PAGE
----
INTERVIEW: Born to sing, Astrella Celeste is attempting to fuse pop music to an inner spirituality. In an interview with Scott G, she talks about how songs are a part of life, love, memory and peace. Pop music is a strange business. No one knows that more than Astrella Celeste, a tiny creature whose talent makes her appear to be quite large when she’s on stage. It’s not that her lovely voice is one of those huge tidal wave type of things, but that she seems to be glowing.

acphoto21This magical effect can be felt during many passages of the songs on her forthcoming album, most of which reside in that delicious netherworld where jazz meets folk on the way to the symphony as urban beats snuggle up to Latin rhythms.

We spoke in Los Angeles and by e-mail as she and her husband were in between recording sessions at their home in Mallorca.

G-Man: Can you describe the way music was in your life as you grew up?

Astrella Celeste: It would be easier to answer how it wasn’t in my life as I can’t recall a moment or aspect in my childhood that did not involve music in some way. The making of music, the enjoyment of music, and my favorite, the celebration of music.

Is making music a magical experience or is it work, or is it both?

Definitely a bit of both.

Who or what are you trying to connect with in your singing?

Hmmm…. Music was always a strength-giving element in my life and I want to share that with everybody else.

Do your songs have certain moods for you, or do they change over time?

For me, a song generally maintains the mood I was in when I wrote it.

How do you work when creating a song?

Depends. If I’m on my own, I shut myself in a room. When I’m working with someone else, I’m feeding off them.

How do you work in the studio?

Very hard! And try not to waste any time.

Can you describe that feeling when everything just “clicks” and you know the performance is really cooking?

Oh, that’s just complete satisfaction.

What do you like or hate about the music business today?

I like the changing of the formats and the excitement of what’s to come.

What do you call your music? Are there genres or style names you prefer?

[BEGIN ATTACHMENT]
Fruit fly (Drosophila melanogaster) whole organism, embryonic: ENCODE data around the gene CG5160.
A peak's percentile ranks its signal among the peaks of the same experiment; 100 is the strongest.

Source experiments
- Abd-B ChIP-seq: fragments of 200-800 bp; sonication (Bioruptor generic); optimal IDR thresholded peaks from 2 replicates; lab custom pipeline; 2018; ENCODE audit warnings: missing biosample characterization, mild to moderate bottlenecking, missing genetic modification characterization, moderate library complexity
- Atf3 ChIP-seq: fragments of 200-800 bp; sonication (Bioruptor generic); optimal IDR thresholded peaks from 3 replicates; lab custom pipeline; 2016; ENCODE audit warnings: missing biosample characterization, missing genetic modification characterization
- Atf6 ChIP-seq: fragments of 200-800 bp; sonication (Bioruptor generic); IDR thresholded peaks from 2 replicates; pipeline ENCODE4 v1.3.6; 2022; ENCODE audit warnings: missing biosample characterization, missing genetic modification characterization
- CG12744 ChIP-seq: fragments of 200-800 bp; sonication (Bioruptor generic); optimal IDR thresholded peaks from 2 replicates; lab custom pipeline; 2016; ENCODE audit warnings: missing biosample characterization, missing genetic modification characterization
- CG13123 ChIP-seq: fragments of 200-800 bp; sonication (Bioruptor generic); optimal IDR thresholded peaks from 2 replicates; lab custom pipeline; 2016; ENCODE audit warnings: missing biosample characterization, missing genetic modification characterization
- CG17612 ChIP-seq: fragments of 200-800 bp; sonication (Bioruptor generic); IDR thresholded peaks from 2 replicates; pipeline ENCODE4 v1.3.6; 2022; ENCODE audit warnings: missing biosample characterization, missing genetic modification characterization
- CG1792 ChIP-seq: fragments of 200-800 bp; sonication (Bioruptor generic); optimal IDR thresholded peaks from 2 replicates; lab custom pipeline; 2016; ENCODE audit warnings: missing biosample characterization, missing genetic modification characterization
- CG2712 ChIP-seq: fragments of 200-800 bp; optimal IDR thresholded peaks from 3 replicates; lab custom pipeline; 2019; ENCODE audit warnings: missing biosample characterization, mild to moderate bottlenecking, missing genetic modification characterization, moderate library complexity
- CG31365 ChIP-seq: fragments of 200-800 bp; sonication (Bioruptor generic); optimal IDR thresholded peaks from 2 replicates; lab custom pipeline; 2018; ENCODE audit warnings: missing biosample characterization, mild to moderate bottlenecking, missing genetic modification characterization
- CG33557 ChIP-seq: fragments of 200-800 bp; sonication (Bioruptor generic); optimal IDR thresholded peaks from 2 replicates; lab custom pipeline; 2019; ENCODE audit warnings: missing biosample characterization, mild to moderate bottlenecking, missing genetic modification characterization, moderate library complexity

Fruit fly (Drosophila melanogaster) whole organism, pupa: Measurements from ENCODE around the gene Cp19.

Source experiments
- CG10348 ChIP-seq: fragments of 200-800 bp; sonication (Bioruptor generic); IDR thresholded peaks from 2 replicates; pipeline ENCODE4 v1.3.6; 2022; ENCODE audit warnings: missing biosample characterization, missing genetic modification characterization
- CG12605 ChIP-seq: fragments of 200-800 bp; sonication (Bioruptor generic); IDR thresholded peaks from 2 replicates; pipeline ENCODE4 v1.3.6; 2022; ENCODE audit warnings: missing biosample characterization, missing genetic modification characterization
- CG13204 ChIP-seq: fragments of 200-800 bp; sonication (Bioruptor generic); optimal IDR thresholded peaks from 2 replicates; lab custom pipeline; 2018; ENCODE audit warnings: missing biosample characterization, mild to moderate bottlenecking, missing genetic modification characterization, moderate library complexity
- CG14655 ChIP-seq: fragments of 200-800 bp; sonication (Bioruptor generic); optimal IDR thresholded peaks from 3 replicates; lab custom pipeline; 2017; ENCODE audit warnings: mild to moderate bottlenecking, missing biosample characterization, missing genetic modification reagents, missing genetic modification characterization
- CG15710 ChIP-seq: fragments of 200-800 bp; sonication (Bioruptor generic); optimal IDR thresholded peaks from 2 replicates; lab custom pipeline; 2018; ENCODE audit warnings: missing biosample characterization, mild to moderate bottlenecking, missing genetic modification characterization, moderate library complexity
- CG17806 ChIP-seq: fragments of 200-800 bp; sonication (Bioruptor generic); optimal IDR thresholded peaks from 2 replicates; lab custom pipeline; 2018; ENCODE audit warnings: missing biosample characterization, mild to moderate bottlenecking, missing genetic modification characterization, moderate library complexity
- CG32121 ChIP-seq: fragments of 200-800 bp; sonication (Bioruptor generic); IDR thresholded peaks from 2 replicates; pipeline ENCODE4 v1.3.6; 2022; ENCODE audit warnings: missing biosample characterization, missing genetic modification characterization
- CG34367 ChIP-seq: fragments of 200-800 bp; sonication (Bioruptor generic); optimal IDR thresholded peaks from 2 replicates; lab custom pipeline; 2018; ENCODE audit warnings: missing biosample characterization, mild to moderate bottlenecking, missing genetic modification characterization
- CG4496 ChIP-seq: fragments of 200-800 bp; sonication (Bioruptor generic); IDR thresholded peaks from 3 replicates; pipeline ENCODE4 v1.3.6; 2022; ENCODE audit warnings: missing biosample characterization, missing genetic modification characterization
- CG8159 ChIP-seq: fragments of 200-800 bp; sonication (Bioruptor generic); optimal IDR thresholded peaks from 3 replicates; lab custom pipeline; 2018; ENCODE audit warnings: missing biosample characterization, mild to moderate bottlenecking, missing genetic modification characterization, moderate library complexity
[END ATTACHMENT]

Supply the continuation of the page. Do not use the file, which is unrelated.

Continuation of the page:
This is a hard question. I guess I would have to say my music is HEALING. It’s meant to soothe and calm the listener, allowing one to breathe and reflect. I tend to stay away from titles or labels, preferring to have no preconceived notions of what one should expect. I get enough of that being my father’s daughter.

(Note: She is the daughter of Donovan, legendary performer of such songs as “Catch the Wind,” “Sunshine Superman,” “Season of the Witch” and dozens of other hits.)

Do you think some music is mystical or magical?

Yes of course I do. Just as my music is meant to give strength to listeners by providing comfort and solace, so does a lot of other music but with a different approach. Whether you’re singing out loud to your favorite song, tapping your toes with a smile on your face or feeling blue with a tear rolling down your cheek, it’s helping you to feel and in many cases bringing you back to a specific time or place. That is what I call magic.

Do you think music can affect people in a spiritual way?

It really depends on what you think spiritually is. Music is as the beat of one heart, which makes it spiritual to me, but I try to keep my religious feeling to myself, hoping the music will take you on your own trip no matter who you are or what you believe.

How would you describe an ideal evening of music?

A small group of close friends and family, sitting around a bonfire playing and singing our favorite songs!

Can you describe the perfect song?

Each song is perfect in its own way.

Who are some of your musical influences?

My dad, of course. He will always be my biggest influence. But there are so many great artists I love, like Nina Simone and Sade. I get a lot from Chet Baker, Tori Amos, The Cardigans. . . This could be a very long list.

Maybe we should just let people hear all of them in your music.

That would be great!

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